- Use of Force Reports – If a security worker employed by the security business uses any type of force against another person a Use of Force Report Incident Report (SPD0513) must be completed. The report includes incidents where a person is restrained, where handcuffs are used, where security dog attacks a person or where any kind of physical force or weapon is used against another person.
- Key Logs must be kept on anyone requesting the duplication of a restricted key — meaning a key, card or other lock operating device. The log gives the date, full name of key owner, key owner’s full address, phone number, if request for the key is by someone authorized to have the key duplicated on behalf of the owner log that persons full name, address and phone number. Detail the reason the key needs to be duplicated and finally, the licence number of the Security Worker who duplicated the key. For a sample of a log, download Restricted Key Log.
- Advertising — You may not place an advertisement or notice depicting violence against persons or property or imply the security business is associated with a police force (refer to Section 9 of the regulations)
- Insurance — The security business must maintain general liability insurance in an amount not less that $1 million while operating.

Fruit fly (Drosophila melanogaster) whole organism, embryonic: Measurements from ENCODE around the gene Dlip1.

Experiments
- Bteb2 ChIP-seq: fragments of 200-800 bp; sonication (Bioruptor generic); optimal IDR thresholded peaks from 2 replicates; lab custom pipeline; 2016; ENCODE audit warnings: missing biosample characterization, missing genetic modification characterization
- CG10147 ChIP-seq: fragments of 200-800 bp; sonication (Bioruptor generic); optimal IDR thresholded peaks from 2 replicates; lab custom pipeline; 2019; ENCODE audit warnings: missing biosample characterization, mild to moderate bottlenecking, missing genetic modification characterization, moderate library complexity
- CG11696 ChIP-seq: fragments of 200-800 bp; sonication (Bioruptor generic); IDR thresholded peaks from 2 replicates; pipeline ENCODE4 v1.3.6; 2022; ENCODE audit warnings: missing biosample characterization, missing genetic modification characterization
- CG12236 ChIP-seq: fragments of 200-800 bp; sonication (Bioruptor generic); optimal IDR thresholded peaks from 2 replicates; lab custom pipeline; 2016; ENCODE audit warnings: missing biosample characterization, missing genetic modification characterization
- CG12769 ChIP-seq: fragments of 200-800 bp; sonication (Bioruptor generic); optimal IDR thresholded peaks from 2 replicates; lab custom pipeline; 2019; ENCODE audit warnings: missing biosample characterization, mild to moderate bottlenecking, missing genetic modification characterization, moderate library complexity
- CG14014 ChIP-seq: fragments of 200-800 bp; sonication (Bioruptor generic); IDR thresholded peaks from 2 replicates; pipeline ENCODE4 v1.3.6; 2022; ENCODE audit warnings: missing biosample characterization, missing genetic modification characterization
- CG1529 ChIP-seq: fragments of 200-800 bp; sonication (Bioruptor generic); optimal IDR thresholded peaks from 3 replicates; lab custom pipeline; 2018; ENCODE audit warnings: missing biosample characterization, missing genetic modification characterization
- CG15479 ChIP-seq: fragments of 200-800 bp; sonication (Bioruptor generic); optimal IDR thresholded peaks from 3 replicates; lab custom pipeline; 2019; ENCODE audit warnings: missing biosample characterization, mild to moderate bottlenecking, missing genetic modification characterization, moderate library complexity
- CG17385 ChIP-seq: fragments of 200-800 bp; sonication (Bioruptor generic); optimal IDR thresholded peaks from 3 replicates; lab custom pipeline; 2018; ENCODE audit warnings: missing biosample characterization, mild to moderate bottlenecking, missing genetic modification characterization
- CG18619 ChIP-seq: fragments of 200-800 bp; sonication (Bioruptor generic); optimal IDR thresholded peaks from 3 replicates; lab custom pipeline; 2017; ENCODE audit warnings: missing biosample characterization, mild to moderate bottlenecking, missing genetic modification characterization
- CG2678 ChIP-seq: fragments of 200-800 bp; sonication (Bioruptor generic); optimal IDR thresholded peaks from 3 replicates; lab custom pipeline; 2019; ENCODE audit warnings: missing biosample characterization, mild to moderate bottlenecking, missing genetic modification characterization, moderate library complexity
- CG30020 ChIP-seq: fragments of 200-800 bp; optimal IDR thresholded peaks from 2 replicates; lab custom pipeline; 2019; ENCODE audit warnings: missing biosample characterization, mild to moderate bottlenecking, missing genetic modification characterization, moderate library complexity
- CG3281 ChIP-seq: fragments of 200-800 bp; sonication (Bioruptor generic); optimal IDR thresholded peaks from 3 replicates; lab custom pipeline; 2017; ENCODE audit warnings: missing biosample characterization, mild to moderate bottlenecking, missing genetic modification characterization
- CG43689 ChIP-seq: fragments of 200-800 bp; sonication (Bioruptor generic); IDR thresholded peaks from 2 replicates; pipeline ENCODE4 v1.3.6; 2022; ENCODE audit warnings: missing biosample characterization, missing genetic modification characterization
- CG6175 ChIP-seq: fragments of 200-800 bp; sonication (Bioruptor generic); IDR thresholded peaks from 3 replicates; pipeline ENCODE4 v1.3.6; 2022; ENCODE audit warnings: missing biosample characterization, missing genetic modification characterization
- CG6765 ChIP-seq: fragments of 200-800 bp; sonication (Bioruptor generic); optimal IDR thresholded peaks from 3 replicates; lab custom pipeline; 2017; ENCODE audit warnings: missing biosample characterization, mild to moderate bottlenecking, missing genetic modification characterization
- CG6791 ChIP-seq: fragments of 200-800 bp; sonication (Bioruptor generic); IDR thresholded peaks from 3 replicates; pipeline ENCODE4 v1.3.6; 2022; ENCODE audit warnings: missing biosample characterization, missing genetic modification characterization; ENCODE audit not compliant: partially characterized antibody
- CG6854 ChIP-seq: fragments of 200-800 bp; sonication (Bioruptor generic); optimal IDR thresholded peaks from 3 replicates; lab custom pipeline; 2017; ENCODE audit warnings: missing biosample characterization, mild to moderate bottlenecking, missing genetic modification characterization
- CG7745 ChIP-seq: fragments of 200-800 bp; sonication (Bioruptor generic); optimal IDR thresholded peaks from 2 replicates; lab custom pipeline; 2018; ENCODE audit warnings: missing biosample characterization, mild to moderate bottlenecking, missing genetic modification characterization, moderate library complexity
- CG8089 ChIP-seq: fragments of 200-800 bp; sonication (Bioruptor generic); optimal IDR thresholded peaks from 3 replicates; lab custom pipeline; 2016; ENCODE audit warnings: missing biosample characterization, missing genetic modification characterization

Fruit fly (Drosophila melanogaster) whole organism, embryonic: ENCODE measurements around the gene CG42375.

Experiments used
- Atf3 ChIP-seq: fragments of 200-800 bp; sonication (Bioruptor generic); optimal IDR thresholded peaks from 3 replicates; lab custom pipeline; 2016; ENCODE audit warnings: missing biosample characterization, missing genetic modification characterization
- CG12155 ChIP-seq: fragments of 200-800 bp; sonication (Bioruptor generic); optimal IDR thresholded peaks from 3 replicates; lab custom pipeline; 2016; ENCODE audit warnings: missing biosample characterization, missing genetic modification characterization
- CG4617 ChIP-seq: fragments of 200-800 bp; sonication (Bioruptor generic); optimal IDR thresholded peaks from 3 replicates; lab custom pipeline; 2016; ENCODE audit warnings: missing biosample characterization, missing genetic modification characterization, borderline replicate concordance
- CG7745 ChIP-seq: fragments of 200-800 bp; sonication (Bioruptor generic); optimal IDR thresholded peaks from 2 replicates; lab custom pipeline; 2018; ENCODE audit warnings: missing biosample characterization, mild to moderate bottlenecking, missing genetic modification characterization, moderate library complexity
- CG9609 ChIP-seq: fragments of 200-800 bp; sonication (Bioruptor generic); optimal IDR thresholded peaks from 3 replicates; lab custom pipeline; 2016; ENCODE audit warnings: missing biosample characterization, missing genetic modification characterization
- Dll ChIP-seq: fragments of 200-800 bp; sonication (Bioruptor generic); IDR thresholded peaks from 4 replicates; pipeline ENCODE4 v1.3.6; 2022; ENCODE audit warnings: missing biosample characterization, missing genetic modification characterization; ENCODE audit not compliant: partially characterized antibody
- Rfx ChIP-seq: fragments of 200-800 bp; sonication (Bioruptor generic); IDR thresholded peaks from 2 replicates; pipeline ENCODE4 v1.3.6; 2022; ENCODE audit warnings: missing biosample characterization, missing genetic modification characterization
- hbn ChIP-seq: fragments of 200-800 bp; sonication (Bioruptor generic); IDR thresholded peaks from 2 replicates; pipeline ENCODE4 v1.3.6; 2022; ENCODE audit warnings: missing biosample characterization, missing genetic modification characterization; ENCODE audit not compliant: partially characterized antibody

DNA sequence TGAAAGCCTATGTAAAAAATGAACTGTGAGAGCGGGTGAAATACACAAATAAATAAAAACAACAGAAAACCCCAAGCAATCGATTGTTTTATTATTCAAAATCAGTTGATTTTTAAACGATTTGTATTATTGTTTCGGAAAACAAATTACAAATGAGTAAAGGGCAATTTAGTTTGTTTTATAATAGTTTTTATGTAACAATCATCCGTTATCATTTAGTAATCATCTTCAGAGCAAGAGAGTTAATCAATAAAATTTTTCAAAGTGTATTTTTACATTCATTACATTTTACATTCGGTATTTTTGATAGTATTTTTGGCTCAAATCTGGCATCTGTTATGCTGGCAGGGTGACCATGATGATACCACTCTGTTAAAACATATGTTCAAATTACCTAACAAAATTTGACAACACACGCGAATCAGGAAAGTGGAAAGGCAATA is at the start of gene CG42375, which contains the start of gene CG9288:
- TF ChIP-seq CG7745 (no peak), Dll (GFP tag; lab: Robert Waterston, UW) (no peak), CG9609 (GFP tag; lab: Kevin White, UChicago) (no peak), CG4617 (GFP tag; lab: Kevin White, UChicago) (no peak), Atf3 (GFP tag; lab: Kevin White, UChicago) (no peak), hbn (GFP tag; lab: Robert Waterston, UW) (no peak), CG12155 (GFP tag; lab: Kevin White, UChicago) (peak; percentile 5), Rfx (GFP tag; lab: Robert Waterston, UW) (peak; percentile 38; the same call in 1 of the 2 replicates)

- Vehicles — There are various rules about what may and may not be on a vehicle, when they may be used, etc. (refer to Section 12 of the regulations)
- Code of Conduct — The Code of Conduct outlines the standards every security businesses must comply with while operating. The Registrar can investigate complaints relating to conduct and take action for a breach of the Code with respect to any security business licensee or controlling member of the licensed security business. See Code of Conduct.
Some Processes that MAY AFFECT your security business and/or workers . . .
- Complaints process. Anyone who has a complaint about the security business or any of the security business’s workers may provide the details of the complaint to us. A complaint may lead to an investigation.
- Compliance and enforcement. The Registrar of Security Services Act monitors the business’s compliance with the conditions and responsibilities of the licence through inspections and through the complaint process. If the information collected as a result of an inspection or investigation shows that you have committed a contravention, enforcement action may be taken against the business and/or the security worker.